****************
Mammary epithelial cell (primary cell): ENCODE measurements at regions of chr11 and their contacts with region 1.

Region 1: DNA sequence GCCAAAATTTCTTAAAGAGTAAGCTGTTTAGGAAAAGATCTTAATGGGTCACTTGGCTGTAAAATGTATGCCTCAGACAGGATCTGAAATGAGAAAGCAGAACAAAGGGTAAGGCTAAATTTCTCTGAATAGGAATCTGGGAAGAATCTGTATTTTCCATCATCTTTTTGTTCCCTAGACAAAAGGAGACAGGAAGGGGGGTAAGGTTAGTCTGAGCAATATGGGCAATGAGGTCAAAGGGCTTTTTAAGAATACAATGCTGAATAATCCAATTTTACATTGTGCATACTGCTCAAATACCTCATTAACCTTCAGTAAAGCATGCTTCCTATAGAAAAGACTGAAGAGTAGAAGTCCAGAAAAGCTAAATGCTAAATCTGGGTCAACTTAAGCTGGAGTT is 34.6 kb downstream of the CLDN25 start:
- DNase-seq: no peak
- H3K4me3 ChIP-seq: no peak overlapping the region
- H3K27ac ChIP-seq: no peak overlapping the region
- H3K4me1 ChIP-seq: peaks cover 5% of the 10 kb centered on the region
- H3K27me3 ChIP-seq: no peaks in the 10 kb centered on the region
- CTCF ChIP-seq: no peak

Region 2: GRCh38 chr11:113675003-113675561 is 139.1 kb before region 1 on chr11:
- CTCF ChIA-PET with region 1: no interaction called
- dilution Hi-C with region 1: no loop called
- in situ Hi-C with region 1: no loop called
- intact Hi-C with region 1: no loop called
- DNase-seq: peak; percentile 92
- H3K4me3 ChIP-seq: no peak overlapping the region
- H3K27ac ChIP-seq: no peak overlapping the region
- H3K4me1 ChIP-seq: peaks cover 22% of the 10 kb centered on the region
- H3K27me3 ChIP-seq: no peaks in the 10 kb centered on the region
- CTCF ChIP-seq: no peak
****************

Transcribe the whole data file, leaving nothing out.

Mammary epithelial cell (primary cell): ENCODE measurements at regions of chr11 and their contacts with region 1.

Region 1: DNA sequence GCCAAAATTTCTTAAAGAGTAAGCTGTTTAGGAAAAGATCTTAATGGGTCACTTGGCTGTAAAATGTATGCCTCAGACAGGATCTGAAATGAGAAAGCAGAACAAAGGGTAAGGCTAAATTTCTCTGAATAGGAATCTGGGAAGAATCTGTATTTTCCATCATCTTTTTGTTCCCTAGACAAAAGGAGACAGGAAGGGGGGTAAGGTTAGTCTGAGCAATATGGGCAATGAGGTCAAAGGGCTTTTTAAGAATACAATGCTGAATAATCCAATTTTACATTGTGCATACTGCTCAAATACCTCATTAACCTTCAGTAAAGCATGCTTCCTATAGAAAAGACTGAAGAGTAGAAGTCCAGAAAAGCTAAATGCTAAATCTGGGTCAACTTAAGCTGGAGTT is 34.6 kb downstream of the CLDN25 start:
- DNase-seq: no peak
- H3K4me3 ChIP-seq: no peak overlapping the region
- H3K27ac ChIP-seq: no peak overlapping the region
- H3K4me1 ChIP-seq: peaks cover 5% of the 10 kb centered on the region
- H3K27me3 ChIP-seq: no peaks in the 10 kb centered on the region
- CTCF ChIP-seq: no peak

Region 2: GRCh38 chr11:113675003-113675561 is 139.1 kb before region 1 on chr11:
- CTCF ChIA-PET with region 1: no interaction called
- dilution Hi-C with region 1: no loop called
- in situ Hi-C with region 1: no loop called
- intact Hi-C with region 1: no loop called
- DNase-seq: peak; percentile 92
- H3K4me3 ChIP-seq: no peak overlapping the region
- H3K27ac ChIP-seq: no peak overlapping the region
- H3K4me1 ChIP-seq: peaks cover 22% of the 10 kb centered on the region
- H3K27me3 ChIP-seq: no peaks in the 10 kb centered on the region
- CTCF ChIP-seq: no peak